Friday, 3 April 2009

Technological progress?

I was lucky enough to convince the powers-that-be at my university recently that I needed a new desktop computer for my office. The old beige box had really outlived its useful purpose and was becoming little more than an oversized, over-specced doorstop.

So I'm now the proud owner (well, looker-after) of a shiny new black box, which is much more reliable, faster, and doesn't hold the door open for me. Thing is, it came packaged with Microsoft Office 2007.

I'm quite certain that I'm not the first (nor will I be the last) to whinge about this online, but there probably won't be too many doing it from a qualified perspective. For those who haven't had the pleasure, it feels like the whole menu and interaction system has been changed, with tabs and buttons replacing our familiar menus, and an ethereal 'Office button' as a catch-all for everything general.

I gather it's an effort to make the respective software more usable - and in the long run that may well be the case (despite what I've said before in this blog about other companies, I would expect Microsoft to have teams of usability experts doing this job properly). It's just in the interim they've violated two core principles of usability - consistency and compatibility.

Consistency is about things working the same between and across systems. So if I turn this dial clockwise and the amount increases, I expect the same to happen if I turn that dial clockwise. Compatibility is similar, in that people build expectations about how stuff should work - either through experience with similar systems or just through natural qualities of the design.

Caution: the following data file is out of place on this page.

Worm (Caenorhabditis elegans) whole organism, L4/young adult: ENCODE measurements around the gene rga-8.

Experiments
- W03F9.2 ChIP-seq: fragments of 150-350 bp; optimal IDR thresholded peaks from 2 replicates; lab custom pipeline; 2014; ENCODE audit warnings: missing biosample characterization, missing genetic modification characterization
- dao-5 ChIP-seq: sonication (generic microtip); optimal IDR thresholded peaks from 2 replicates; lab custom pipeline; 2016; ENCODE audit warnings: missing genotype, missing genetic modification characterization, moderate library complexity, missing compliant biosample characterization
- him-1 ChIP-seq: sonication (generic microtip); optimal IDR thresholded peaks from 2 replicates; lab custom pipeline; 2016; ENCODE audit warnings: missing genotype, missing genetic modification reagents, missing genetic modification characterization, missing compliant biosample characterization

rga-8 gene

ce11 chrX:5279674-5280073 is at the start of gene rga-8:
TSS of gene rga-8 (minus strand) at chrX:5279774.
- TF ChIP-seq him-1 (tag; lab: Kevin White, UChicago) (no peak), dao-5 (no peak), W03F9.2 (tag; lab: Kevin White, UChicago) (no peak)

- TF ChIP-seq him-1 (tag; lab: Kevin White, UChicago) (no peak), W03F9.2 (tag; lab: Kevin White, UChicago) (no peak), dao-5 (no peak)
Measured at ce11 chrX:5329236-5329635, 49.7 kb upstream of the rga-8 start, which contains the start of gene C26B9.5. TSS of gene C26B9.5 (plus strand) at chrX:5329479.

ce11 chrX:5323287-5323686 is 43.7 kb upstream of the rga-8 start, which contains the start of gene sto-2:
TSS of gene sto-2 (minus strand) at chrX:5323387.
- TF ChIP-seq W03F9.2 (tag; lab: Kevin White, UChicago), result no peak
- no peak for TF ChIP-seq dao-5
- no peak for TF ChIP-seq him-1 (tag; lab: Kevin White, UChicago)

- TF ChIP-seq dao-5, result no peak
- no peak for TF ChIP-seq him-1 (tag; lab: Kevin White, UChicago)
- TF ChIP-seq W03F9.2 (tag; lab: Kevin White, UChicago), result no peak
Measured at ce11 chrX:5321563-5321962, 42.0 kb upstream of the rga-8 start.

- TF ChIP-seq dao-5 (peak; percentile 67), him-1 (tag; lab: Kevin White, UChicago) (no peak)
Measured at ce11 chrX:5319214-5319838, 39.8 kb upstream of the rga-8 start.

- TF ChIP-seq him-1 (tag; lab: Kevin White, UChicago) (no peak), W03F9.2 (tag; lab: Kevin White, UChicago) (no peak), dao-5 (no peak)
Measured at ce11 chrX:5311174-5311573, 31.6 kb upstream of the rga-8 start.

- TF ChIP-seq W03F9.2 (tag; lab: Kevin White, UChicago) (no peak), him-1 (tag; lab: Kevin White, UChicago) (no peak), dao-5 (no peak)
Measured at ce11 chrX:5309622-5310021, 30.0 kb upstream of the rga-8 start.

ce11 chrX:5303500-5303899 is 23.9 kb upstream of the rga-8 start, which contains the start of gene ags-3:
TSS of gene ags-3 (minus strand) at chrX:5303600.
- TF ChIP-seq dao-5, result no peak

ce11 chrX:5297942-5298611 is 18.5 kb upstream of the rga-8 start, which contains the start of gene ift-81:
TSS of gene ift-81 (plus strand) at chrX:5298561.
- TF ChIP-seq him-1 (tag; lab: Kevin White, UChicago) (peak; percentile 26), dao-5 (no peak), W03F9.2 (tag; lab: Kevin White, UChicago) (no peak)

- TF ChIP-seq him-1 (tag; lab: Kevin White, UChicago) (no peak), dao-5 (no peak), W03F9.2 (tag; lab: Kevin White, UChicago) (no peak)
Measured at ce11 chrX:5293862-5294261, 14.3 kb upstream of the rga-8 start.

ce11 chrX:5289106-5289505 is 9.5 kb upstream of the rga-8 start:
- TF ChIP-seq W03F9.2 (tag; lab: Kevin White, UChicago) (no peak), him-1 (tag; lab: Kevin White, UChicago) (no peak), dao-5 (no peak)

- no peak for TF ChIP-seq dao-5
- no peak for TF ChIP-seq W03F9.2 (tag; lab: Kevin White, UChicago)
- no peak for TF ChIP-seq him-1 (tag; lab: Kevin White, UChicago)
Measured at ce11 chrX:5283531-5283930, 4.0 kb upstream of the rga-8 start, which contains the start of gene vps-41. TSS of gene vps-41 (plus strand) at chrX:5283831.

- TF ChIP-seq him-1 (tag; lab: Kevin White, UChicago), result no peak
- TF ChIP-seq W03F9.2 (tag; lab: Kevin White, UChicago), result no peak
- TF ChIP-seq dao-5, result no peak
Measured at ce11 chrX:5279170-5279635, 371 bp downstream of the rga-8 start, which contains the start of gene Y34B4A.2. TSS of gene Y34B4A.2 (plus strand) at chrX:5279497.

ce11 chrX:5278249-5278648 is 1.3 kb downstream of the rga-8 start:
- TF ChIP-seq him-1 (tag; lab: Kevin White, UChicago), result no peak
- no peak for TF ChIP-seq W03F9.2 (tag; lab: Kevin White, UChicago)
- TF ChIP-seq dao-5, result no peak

So Microsoft spent years drumming us all into a mould for how Office works, only to throw most of it away with the latest evolution and (to the user, at least) start again. It's not compatible with how I've learned previous packages to work, and it's certainly not consistent with older versions. (Even the software formats are not compatible with each other - people sending 2007 documents to old-Office users often find them sent back because they can't be opened.)

I'm exaggerating slightly for theatrical effect - most of the functionality is still there, and in many cases enhanced. It's just how we access it that's changed. Familiar and frequently-used functions like Print and Undo are tucked away in hard to find places. Word Count has a spot of its own on the bottom information bar, but until you've found it you think it's disappeared as you can't find it in the menus (sorry, tabs).

Look, I'm sure I'll get used to this version in time and find it much more efficient. But they're asking their users to adapt (violating rule number one of ergonomics in my view) - possibly for the greater good in the long run, but that's a risk which could backfire (more usable alternatives to the QWERTY keyboard never took off because people were so used to the traditional layout). Nevertheless, product stereotypes have to be broken at some point, otherwise we'll never make progress - an ergonomic dilemma which is hard to resolve. In the meantime, I'll keep plugging away with Office 2007, and once I've figured out how to customise it, I'm sure it'll work better for me personally. Until then, though, I feel like I've taken a bit of a step backwards.

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